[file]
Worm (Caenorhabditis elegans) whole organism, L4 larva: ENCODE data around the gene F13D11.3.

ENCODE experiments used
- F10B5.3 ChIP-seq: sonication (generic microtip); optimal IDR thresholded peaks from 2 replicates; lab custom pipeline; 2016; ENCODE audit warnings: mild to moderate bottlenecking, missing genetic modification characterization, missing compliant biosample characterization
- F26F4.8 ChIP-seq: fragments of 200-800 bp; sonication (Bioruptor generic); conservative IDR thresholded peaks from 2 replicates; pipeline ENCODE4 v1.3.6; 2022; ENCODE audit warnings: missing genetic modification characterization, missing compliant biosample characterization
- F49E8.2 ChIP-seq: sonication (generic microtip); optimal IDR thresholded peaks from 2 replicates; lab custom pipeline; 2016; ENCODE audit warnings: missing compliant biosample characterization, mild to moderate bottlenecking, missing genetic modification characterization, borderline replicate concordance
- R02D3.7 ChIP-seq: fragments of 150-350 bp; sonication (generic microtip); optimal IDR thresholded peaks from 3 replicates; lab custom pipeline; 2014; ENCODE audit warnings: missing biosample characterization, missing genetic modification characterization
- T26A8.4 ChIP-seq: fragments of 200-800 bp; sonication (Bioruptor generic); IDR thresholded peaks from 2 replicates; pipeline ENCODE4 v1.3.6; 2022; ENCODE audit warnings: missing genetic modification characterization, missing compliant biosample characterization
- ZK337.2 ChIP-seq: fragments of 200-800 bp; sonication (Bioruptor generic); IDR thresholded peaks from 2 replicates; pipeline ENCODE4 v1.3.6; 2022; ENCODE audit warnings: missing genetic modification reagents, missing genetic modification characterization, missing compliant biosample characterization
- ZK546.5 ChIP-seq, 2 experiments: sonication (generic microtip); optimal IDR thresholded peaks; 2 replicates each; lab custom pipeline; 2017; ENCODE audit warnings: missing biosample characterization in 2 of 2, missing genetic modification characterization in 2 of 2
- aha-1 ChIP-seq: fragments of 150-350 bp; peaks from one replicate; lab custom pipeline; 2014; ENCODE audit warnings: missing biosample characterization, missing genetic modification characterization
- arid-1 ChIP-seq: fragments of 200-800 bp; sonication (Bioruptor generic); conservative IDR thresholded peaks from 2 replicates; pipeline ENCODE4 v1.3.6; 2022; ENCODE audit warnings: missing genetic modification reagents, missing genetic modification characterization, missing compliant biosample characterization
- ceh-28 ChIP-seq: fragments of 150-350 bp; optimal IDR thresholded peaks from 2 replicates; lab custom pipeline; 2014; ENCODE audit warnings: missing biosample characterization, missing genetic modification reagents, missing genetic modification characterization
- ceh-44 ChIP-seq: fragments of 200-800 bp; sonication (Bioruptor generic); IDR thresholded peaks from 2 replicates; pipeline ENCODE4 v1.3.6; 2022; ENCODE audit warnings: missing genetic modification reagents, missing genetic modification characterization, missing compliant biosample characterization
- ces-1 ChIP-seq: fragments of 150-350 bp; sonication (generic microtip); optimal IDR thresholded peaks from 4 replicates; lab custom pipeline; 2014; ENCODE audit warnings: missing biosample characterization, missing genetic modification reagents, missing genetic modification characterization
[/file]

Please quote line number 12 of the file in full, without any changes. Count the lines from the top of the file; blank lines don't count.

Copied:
- ceh-28 ChIP-seq: fragments of 150-350 bp; optimal IDR thresholded peaks from 2 replicates; lab custom pipeline; 2014; ENCODE audit warnings: missing biosample characterization, missing genetic modification reagents, missing genetic modification characterization